The Office of Inspector General’s (OIG) Public Safety section has issued a series of flowcharts mapping the investigative and disciplinary process for Chicago Police Department (CPD) members, including all avenues of disciplinary review and appeal. OIG is required by City ordinance to examine Sustained findings of misconduct committed by CPD members and accompanying disciplinary recommendations, in order to assess trends and determine whether discipline is consistently and fairly applied. These flowcharts provide a foundation for doing so, by elucidating the processes and systems in which those findings and any resulting discipline occur. These flowcharts and accompanying documents offer a resource for the public, city officials, and Department members seeking to understand a complex and multivariate process. In further response to the obligations of its ordinance, OIG will periodically release evaluative reports covering Sustained misconduct findings and the implementation of discipline against CPD members.
OIG has created twenty different flowcharts, to allow users to trace all possible disciplinary pathways for CPD members, depending upon rank, sworn or civilian status, amount of recommended discipline, investigating agency, appeal process exercised, etc. OIG has also drafted a Guide to the Disciplinary Process for the Chicago Police Department, to provide a high-level overview of the disciplinary process for all CPD members, sworn and civilian, for all types of allegations of misconduct and levels of recommended discipline. The guide draws on resources from CPD, the Civilian Office of Police Accountability, the Police Board, OIG, municipal ordinances, and state law. Each City department whose processes are reflected had the opportunity to review a draft of the guide and provide feedback. This guide will be updated on a periodic basis, in order to reflect any changes in the legal and regulatory landscape, including updates to collective bargaining agreements covering CPD members.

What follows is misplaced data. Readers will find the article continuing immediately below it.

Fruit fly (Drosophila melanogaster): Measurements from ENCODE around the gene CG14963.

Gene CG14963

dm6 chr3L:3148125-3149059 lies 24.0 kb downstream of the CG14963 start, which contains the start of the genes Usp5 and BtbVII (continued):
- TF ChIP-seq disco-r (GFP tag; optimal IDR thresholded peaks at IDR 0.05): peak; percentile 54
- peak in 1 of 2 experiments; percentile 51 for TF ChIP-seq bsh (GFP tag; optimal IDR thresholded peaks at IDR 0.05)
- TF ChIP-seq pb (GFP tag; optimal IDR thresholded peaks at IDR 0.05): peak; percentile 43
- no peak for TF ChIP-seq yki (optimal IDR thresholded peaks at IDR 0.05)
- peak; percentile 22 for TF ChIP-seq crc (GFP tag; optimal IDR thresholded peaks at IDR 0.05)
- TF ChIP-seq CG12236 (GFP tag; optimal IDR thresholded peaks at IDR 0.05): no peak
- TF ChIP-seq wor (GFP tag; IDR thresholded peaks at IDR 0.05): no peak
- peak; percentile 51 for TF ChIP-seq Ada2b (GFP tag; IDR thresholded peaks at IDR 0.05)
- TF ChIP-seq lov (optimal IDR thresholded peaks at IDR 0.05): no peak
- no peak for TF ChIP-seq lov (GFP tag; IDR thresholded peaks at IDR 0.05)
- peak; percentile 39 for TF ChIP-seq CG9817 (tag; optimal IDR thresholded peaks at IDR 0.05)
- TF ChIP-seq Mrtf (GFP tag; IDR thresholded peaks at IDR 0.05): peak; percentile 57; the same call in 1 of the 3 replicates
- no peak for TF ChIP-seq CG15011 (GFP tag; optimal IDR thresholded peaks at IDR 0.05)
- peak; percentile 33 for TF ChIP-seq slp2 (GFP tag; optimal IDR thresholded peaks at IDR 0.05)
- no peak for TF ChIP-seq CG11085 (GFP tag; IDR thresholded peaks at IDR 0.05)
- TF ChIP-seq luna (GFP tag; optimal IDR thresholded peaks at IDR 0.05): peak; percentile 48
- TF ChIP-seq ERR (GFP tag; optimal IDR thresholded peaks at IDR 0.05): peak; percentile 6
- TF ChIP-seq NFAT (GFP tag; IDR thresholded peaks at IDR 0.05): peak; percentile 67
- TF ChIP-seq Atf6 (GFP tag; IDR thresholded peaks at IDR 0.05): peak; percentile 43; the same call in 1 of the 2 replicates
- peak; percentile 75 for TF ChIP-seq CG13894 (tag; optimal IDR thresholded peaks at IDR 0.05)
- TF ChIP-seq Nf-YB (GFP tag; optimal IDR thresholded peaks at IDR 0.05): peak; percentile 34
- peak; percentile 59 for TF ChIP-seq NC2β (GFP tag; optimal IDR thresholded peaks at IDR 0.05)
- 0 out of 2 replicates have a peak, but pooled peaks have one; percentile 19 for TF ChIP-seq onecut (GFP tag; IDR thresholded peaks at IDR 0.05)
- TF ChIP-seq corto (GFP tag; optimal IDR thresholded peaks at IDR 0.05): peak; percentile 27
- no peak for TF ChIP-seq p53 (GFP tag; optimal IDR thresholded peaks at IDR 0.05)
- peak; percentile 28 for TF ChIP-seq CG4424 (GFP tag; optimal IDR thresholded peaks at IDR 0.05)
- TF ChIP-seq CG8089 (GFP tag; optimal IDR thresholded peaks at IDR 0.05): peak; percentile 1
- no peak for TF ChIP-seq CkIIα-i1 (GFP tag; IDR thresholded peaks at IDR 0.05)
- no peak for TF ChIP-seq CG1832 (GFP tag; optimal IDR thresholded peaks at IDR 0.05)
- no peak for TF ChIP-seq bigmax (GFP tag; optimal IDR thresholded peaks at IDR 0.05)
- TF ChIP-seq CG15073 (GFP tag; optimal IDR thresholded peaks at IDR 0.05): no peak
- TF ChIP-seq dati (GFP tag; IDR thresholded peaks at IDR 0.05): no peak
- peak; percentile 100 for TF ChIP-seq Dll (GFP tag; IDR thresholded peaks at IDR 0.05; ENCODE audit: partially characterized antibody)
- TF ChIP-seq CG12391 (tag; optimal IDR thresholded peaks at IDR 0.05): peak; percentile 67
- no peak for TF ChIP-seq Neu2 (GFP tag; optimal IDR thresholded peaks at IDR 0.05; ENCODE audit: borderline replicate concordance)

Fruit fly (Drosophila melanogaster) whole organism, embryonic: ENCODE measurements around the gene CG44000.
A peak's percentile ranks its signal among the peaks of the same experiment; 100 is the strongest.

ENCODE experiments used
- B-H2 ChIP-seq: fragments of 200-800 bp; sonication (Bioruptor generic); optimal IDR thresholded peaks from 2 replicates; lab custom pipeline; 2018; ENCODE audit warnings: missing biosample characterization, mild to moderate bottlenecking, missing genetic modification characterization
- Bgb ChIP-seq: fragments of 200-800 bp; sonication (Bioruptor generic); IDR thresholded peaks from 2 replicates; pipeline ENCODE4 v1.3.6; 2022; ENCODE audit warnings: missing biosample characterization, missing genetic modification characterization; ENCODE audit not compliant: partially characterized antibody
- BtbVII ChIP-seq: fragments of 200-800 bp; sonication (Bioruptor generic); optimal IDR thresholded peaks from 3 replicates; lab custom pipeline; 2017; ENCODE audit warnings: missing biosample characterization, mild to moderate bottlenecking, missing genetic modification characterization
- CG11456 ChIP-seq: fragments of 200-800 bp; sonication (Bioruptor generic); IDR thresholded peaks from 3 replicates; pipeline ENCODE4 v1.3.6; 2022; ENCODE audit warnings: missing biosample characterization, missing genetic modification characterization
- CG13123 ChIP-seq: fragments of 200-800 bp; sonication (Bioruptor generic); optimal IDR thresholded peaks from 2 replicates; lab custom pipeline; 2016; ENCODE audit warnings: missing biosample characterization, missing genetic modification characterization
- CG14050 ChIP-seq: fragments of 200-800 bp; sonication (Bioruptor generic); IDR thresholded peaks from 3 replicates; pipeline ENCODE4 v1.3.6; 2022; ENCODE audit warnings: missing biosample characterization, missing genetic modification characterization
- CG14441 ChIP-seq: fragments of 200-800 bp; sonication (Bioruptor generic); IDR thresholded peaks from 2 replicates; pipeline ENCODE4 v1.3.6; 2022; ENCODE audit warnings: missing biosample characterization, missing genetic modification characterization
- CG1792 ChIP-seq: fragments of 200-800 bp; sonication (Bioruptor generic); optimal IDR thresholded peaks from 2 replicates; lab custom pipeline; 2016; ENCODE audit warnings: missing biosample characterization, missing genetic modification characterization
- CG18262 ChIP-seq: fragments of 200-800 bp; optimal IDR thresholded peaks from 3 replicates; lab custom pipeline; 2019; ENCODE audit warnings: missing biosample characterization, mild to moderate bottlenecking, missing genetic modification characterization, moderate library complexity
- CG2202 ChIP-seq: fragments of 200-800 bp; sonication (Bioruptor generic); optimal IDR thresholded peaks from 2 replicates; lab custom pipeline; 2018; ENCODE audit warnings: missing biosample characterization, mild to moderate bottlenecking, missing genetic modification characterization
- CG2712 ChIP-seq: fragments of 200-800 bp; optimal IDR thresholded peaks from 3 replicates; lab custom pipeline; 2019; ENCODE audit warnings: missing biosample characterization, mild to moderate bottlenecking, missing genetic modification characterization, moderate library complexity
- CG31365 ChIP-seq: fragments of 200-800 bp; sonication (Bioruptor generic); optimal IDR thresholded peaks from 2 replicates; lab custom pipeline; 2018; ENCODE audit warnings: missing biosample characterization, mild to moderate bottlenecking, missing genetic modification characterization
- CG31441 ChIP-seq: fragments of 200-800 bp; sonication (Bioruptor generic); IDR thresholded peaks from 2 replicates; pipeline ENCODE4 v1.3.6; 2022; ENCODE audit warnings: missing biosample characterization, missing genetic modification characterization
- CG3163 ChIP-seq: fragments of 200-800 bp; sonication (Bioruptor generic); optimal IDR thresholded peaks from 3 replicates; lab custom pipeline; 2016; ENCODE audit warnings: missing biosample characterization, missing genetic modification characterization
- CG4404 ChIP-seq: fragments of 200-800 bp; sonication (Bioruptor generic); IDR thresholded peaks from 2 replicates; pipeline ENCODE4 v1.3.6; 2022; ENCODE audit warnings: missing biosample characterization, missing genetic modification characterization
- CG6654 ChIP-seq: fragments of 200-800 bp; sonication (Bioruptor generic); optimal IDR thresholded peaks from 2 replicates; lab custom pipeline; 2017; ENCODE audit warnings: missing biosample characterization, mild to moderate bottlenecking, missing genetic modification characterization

“The investigative and disciplinary process for CPD members is complex to the point of threatening procedural fairness for those subject to it, and clouding the public’s view of its outcomes. This project aims to provide CPD members and members of the public with a clearer understanding of that process––a series of possibilities and outcomes, rooted in many layers of policies, rules, laws, and contracts––in an easier-to-digest visual form. This is a tangled and convoluted process that has historically puzzled stakeholders in all directions,” said Deputy Inspector General for Public Safety Deborah Witzburg. “Having this information centrally located, and regularly updated and evaluated by our office, will aid members of the public and members of the Department in navigating the disciplinary process, and better position the City to learn from its outcomes; these are critical steps in our ongoing efforts to bolster the transparency and legitimacy of the police accountability system.”
The full details can be found on OIG’s website: CPD Disciplinary Process Overview.
The mission of the independent and non-partisan City of Chicago Office of Inspector General (OIG) is to promote economy, effectiveness, efficiency, and integrity by identifying corruption, waste, and mismanagement in City government. OIG is a watchdog for the taxpayers of the City and has jurisdiction to conduct investigations and audits into most aspects of City government. If you see corruption, fraud, or waste of any kind, we need to hear from you. For more information, visit our website at: igchicago.org